OAuth2 Tutorial using Github as Authentication Service
Do you need any help for this tutorial. Then contact us using the Membrane Google Group or send an email to email@example.com.
In this tutorial we will see how to communicate with Githubs authorization server using Membrane Service Proxy to authorize HTTP requests based on the RFC 6749 OAuth 2.0 Authorization Framework, OpenID Connect Core and OpenID Connect Discovery .
This tutorial explains:
- Setup Github as Authorization Server
- Setup Membrane as Client
- Perform a sample OAuth2 request authorization.
You will need about 10 minutes to complete. A Github account, internet connection and Membrane Service Proxy 4.2.1 or higher is required.
1. Setup Github as Authorization Server
Step 1: Open the Github API console
Go to https://github.com/settings/applications/new.
Step 2: Creating an application
Choose an application name, for example My Secret Resource.
The My Secret Resource will be shown to users together with the required permissions
It should inspire trust for the user to answer "Yes".
Enter the Membrane's public URL as the Homepage URL.
The public URL is the URL your users will be using to access Membrane (or, to be more specific, the secret resource via Membrane). In our case, we use http://localhost:8080. For production use, one might use a publicly registered domain name. This means that only users accessing Membrane from the same host where Membrane is running on will be able to seamlessly login. (Note that other users might still be able to login via manual URL manipulation.)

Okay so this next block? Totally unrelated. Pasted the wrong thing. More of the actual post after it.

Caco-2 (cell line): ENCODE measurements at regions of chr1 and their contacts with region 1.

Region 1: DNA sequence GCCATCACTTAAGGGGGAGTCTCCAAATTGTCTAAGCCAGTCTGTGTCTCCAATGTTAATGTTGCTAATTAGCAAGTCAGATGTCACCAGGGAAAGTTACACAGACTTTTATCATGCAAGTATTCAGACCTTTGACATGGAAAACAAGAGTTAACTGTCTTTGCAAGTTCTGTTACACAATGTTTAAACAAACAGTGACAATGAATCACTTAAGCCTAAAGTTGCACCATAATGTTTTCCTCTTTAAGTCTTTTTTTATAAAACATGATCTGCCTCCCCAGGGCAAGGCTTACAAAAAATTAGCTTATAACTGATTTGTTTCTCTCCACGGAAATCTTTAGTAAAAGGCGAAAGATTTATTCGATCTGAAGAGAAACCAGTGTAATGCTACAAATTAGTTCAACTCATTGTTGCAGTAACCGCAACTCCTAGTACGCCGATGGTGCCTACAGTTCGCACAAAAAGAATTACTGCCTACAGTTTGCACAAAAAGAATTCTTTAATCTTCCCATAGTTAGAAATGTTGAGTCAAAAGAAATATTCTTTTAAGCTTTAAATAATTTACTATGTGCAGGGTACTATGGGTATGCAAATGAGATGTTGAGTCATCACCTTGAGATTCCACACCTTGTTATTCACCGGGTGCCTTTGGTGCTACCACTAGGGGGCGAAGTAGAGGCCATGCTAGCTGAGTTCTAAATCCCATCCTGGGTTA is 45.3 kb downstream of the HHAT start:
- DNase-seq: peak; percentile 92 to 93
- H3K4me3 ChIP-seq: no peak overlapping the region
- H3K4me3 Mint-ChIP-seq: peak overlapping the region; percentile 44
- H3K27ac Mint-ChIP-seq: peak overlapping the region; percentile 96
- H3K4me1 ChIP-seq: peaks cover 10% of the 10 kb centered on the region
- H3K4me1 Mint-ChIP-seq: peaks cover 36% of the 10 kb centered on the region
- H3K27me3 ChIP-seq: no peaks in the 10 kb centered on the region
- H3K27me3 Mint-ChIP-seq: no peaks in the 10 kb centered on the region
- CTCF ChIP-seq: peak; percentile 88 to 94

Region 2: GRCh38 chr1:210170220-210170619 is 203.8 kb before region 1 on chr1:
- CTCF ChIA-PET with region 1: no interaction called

Enter an application description and the authorization callback URL
The application description is displayed to all potential users of your application. The callback URL is the public URL with a callback path: http://localhost:8080/oauth2callback that gets called by Github after successful authorization.
Click on Register application
Immediately after the creation of the application you client id and client secret are displayed.
Leave this browser tab open, as we later need the Client ID and the Client secret for Membrane's configuration.
Step 3: Configure Membrane Service Proxy
Download the Membrane Service Proxy distribution version 4.2 or above.
Extract the .zip archive and go to the /examples/authorization/oauth2/github directory.
Open Membrane's configuration file, proxies.xml, for editing.
The <router>...</router> element has got following configuration:
<serviceProxy port="8080"> <headerFilter> <exclude>X-Authenticated-Login</exclude> </headerFilter> <oauth2Resource publicURL="http://localhost:8080/"> <github clientId="Enter client ID from Github here" clientSecret="Enter client Secret from Github here" /> </oauth2Resource> <!-- this will act as the secret resource to make the example simple. See below in the comments for an alternative --> <groovy> def email = exc.request.header.getFirstValue("X-Authenticated-Login") exc.response = Response.ok("Hello " + email + ".").build() RETURN </groovy> <!-- Use the <target> instead of the <groovy> interceptor to forward requests to another host: <target host="membrane-soa.org" port="80" /> --> </serviceProxy>